The question that many have had on their minds is if mobile devices will become a source of DDoS attacks. Whether mobile phones will be used as zombies is currently under speculation by many researchers, who say “It may be imminent.”
It can be figured due to the amount of trojans found on Android devices, how iOS devices got attacked, and Windows Phone being vulnerable. Trojans are masks that cover an legitimate looking program. Basically, a program appears to be legitimate, but has hidden features to do something different. Most of the time, either the trojan will steal data and mine some cash, or use your computer as a zombie (using your resources such as CPU, RAM, etc.) to launch a DDoS attack.
A distributed denial of service is used to cause a server to take too many requests that it cannot handle. This is usually done by blackhat hackers or cybercriminals to either protest a specific ideal, or just for fun.
A highly used DDoS tool by Anonymous called “Low Orbit Ion Cannon” (LOIC) was recently redesigned for use on the Android platform. The porting over to Android from the Desktop app took no programming skills. In fact, it’s easy to use old tools and port them over to Android.
With device manufacturers slowly releasing updates to device operating system, firmware, etc. – this leaves an open hole for exploit/cyberattack. Android is particularly vulnerable because of the ability to use ‘unknown source’ apps, or apps outside of the Google Play store.
Although, if it is thought out, it would take thousands of devices to be able to have the power to construct a DDoS attack. However, this would make it a lot simpler for a pre-constructed attack, that can come from many countries – thus making it hard to trace the origin of the attack(s).
It is sure that as carriers and app developers are distributing e-wallet apps, the ability to rob personal data, credit card, etc. will increase. Heads up!
The Hongkong and Shanghai Banking Corporation, also known as HSBC, was the next victim of a distributed denial-of-service attack (DDoS), making it impossible for customers to conduct their Internet banking services.
According to a statement posted on its website:
On 18 October 2012 HSBC servers came under a denial of service attack which affected a number of HSBC websites around the world.
This denial of service attack did not affect any customer data, but did prevent customers using HSBC online services, including internet banking.
We are taking appropriate action, working hard to restore service. We are pleased to say that some sites are now back up and running.
We are cooperating with the relevant authorities and will cooperate with other organisations that have been similarly affected by such criminal acts.
We apologise for any inconvenience caused to our customers throughout the world.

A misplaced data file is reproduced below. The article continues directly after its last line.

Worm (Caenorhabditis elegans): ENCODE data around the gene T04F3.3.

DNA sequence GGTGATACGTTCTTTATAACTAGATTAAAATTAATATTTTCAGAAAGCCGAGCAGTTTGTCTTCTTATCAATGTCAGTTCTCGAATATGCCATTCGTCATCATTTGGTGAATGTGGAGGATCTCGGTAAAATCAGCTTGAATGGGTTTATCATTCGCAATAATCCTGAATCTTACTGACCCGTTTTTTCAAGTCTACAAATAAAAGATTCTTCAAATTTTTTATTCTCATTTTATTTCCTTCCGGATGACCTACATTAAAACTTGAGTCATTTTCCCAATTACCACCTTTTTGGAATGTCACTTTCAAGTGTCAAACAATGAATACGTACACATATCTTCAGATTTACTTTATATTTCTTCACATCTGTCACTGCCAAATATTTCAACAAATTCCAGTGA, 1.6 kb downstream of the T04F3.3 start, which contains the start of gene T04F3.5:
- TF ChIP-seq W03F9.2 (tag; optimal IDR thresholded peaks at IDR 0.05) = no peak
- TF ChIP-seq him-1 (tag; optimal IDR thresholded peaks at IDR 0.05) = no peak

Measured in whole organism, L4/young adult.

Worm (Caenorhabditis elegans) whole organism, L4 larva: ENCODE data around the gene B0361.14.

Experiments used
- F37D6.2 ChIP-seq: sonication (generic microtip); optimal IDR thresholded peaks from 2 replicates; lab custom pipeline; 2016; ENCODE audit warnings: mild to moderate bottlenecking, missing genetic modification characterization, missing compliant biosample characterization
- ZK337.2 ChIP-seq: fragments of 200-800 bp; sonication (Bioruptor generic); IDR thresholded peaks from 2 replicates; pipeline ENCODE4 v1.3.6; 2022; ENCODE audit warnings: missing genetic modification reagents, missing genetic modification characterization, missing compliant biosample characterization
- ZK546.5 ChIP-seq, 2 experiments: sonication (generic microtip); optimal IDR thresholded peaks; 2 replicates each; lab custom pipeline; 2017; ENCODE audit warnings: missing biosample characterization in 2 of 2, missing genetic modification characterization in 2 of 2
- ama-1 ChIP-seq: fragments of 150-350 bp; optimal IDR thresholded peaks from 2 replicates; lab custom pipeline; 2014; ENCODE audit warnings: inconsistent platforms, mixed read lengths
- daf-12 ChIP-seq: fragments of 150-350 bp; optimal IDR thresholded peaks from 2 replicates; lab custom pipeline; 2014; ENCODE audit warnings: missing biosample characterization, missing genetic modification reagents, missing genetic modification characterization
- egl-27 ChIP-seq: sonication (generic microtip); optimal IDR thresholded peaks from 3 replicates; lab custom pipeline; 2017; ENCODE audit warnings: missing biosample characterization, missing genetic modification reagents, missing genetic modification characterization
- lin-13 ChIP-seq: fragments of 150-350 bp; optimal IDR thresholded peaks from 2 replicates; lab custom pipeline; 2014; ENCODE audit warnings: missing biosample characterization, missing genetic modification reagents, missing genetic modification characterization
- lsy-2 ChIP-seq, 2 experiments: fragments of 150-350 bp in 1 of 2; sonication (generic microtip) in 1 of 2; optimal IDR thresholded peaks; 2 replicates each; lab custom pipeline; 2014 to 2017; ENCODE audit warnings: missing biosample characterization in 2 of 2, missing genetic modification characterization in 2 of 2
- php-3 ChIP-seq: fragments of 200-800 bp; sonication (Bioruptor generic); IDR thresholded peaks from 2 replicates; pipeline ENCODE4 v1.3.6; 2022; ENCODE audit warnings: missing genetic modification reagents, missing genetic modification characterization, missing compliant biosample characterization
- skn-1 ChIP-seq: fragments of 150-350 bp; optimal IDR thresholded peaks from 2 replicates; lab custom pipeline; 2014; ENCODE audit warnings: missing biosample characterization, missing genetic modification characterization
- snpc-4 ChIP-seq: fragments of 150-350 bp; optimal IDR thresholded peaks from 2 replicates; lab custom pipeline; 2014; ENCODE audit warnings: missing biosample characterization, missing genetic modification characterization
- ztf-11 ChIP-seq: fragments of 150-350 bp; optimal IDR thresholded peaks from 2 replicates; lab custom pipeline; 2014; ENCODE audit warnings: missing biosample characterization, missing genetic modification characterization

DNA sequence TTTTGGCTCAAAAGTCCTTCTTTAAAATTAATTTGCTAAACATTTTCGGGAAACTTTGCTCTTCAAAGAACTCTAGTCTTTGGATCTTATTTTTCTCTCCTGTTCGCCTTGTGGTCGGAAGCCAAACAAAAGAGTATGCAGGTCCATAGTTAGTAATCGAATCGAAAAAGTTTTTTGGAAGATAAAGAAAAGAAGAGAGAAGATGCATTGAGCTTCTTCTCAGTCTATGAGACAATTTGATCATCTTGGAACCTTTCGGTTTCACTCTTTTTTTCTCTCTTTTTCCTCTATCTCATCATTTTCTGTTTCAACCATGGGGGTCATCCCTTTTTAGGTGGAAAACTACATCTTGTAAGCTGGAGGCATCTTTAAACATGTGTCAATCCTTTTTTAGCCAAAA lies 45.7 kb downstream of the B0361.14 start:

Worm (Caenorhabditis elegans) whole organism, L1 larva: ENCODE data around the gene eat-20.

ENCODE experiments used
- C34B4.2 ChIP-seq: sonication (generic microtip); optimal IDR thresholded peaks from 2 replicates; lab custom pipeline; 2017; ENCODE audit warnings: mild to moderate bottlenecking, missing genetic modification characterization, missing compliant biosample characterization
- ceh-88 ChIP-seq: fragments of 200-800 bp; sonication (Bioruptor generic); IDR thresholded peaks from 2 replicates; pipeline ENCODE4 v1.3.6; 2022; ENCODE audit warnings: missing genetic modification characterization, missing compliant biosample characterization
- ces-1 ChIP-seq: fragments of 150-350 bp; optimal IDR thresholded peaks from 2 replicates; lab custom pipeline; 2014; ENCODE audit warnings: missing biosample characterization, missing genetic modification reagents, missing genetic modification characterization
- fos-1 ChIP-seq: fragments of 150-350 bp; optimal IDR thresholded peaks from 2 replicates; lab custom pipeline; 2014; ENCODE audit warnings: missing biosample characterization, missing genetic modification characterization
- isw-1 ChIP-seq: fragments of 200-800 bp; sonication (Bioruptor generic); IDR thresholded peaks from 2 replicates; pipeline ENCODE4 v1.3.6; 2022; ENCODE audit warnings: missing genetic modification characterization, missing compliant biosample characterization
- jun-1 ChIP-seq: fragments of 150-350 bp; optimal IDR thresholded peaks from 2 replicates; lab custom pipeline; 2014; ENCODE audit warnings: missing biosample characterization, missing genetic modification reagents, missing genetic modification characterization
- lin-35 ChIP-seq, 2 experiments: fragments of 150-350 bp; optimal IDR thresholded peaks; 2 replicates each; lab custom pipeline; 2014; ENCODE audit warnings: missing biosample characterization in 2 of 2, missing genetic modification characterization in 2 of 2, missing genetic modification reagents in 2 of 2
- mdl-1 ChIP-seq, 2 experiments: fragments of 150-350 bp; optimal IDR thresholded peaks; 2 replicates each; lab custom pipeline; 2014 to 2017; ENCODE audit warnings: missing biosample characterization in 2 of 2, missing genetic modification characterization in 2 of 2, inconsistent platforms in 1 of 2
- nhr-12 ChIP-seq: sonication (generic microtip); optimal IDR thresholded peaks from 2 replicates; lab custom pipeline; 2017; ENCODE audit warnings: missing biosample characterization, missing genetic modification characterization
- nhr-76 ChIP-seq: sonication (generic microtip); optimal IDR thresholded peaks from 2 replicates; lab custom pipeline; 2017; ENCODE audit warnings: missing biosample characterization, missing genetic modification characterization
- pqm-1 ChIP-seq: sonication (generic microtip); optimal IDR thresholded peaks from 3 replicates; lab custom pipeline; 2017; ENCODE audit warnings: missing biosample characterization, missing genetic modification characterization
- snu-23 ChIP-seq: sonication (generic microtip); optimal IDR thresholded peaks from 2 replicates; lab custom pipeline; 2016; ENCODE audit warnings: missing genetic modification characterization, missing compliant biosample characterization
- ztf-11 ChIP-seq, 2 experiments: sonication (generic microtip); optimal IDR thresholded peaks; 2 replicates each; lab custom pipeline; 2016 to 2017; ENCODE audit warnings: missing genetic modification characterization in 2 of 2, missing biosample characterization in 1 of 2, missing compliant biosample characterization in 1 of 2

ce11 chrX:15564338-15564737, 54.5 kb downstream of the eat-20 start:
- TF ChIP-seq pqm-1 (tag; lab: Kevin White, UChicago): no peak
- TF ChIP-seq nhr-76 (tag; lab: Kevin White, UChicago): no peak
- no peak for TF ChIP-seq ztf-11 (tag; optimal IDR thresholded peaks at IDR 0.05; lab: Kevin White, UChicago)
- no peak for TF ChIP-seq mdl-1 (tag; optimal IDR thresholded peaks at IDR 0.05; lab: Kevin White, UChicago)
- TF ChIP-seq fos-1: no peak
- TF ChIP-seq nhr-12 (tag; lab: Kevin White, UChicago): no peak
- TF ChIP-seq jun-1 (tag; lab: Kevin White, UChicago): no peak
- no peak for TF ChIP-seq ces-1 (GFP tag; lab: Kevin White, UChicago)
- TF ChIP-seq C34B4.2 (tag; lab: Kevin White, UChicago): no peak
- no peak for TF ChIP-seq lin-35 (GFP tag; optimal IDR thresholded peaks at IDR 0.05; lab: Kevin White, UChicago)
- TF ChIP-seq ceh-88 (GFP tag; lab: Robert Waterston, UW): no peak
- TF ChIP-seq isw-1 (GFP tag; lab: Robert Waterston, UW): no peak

The update on its website stated, “HSBC restored all of its websites globally to full accessibility as of 11:00 PM EST time last night. ”
DDoS attacks, conducted by cyber criminals, are a means of controlling a certain number of computers to target a single or group of Internet servers, in attempts to overload them. This in turn, causes the server to shutdown, or discontinue its service until the load wears down.
This is only one of the few latest DDoS attacks on corporations or government entities.
US Senator Joe Lieberman blamed Iran for the attacks against US banks last Friday, with thoughts that Iran did so out of revenge for the Stuxnet case. The victims of last week’s attacks included Bank of America and JPMorgan Chase. Although not attacked, speculation is that CitiGroup has been a target over the past year. All of these denial of service campaigns seemed to have begun in late 2011.
In C-SPAN’s taping of “Newsmakers,” Lieberman labeled the recent DDoS attacks against the banks a “powerful example of our vulnerability”.
Now, from the perspective of Lieberman, it makes sense to make such claims. When we reported in June about a potential US and Israeli connection for malwares like Flame and Stuxnet, labeled “Operation Olympic Games”, we saw the counterattack that continued cyberwarfare between Iran and the US (as well as other countries). This could be just one of possibly many counterattacks from Iran, and it’s going to be quite dangerous to companies that are vulnerable to cyberattack.
Cyberattacks will continue with DDoS and other hacks, and it could target almost any major organization around the world. The main idea is to craft the correct cybersecurity strategies, and be aware of any attack vectors (like if there are too many people trying to hack in to the networks). It’s important to learn from issues like this, and be able to adapt the latest strategies for businesses. Which means: If you don’t have a director for information security at your major company, it’s about time to get one and soon!
Keep all of your devices FULLY safe from hackers:
Go Daddy is finishing recovering from what appears to be a corruption in its router tables. Yesterday, Anonymous blabbered quickly that they had constructed a DDoS attack on GoDaddy.com, causing its servers from being inaccessible from 10 a.m.-4 p.m. PDT. However, Go Daddy CEO claims it’s not true:
The service outage was not caused by external influences. It was not a “hack” and it was not a denial of service attack (DDoS). We have determined the service outage was due to a series of internal network events that corrupted router data tables. Once the issues were identified, we took corrective actions to restore services for our customers and GoDaddy.com. We have implemented measures to prevent this from occurring again.
Go Daddy tweeted the following yesterday during this issue:
Status Alert: Hey, all. We’re aware of the trouble people are having with our site. We’re working on it.
— Go Daddy (@GoDaddy) September 10, 2012
As for if this attack was by hackers… NO it was not.
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